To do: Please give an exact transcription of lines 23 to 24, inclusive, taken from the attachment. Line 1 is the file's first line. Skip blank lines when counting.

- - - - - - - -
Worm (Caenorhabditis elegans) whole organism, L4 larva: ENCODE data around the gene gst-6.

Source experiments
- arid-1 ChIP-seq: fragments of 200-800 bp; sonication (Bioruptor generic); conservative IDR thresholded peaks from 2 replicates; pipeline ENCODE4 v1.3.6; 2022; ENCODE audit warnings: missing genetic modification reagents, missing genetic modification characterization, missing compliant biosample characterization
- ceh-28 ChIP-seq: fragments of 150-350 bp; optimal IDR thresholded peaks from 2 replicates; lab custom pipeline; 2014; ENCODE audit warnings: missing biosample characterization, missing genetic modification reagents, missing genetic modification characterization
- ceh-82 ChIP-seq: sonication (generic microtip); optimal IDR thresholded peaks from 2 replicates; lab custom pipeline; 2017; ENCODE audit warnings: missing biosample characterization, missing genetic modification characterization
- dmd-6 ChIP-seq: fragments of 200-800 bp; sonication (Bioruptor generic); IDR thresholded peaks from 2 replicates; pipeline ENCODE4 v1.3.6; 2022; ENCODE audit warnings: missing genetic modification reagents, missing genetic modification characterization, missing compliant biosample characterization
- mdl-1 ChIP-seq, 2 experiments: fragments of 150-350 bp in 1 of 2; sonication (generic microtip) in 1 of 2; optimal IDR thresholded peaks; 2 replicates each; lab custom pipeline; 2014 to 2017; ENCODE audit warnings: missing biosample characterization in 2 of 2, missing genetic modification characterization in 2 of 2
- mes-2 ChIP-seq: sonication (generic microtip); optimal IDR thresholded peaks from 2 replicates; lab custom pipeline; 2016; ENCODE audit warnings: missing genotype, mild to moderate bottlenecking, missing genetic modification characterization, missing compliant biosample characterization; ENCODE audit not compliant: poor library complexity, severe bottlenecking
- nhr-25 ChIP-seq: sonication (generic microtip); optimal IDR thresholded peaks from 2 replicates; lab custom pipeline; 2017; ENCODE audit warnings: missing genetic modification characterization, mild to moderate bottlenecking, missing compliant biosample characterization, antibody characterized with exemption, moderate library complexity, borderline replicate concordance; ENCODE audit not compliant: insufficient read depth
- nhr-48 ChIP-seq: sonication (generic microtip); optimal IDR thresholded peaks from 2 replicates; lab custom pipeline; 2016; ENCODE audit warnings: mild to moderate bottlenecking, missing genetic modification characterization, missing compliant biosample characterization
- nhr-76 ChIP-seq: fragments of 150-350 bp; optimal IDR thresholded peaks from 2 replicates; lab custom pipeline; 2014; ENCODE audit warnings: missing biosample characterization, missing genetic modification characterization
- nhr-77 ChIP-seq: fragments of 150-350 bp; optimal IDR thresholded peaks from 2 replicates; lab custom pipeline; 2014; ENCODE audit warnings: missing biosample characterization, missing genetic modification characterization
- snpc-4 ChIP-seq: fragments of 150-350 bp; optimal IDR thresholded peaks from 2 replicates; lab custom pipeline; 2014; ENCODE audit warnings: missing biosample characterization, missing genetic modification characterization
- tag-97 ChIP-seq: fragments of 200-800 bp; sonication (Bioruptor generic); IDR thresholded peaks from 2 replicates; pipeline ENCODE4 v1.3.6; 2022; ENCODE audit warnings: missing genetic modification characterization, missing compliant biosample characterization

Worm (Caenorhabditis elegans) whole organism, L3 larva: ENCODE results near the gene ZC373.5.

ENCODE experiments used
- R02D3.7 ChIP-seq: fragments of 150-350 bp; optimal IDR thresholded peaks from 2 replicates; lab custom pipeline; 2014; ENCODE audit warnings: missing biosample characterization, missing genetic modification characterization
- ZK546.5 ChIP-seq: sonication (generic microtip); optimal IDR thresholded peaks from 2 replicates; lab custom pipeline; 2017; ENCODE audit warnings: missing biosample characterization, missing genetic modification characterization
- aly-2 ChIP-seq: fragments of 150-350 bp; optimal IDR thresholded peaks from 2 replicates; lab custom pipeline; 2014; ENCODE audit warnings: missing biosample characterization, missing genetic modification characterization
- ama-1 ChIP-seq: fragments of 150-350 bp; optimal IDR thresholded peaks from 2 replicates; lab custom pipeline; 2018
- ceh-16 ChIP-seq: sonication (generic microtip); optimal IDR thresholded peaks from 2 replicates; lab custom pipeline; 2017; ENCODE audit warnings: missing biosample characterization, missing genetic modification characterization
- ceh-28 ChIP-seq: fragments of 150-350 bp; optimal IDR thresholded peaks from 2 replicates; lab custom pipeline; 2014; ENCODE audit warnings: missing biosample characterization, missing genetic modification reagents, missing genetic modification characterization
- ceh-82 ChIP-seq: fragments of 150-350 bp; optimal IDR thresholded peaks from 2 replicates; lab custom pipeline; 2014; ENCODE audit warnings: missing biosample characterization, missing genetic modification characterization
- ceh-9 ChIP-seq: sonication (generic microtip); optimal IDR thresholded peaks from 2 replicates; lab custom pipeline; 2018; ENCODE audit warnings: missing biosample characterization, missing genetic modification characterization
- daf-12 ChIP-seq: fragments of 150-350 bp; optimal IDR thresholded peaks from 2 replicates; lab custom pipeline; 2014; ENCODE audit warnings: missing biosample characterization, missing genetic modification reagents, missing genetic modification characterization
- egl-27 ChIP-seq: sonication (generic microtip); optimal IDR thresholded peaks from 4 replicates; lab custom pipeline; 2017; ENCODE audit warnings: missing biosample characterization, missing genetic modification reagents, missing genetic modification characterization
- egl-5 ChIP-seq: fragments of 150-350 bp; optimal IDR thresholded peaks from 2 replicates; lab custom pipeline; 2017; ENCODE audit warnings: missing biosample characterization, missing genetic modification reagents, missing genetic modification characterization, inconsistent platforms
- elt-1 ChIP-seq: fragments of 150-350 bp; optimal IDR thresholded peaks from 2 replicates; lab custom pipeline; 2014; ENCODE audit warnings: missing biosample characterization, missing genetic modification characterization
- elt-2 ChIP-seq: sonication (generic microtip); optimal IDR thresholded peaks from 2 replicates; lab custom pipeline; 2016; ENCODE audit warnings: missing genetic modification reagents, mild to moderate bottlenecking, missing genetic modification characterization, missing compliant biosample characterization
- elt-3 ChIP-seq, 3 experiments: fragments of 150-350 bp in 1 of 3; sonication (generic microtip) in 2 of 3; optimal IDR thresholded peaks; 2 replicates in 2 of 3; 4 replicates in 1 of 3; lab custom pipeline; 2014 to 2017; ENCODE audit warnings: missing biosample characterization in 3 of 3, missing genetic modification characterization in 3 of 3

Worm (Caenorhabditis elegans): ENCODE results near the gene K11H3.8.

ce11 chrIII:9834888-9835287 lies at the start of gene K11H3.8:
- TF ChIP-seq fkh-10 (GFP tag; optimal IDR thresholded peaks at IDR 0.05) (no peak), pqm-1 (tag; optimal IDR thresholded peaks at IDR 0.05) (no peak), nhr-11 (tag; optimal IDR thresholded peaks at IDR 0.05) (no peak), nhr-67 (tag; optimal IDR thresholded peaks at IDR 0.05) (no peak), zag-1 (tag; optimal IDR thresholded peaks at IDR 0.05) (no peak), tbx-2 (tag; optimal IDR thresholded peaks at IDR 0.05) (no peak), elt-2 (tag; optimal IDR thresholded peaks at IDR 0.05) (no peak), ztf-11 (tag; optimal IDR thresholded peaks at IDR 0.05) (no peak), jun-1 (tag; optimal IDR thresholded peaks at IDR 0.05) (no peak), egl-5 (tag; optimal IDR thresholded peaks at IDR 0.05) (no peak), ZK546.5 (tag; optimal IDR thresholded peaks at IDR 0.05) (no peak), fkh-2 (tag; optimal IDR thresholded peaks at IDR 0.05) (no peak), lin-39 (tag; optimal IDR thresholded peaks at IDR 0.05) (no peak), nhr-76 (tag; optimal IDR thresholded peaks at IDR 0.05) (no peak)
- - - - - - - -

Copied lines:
- ceh-82 ChIP-seq: fragments of 150-350 bp; optimal IDR thresholded peaks from 2 replicates; lab custom pipeline; 2014; ENCODE audit warnings: missing biosample characterization, missing genetic modification characterization
- ceh-9 ChIP-seq: sonication (generic microtip); optimal IDR thresholded peaks from 2 replicates; lab custom pipeline; 2018; ENCODE audit warnings: missing biosample characterization, missing genetic modification characterization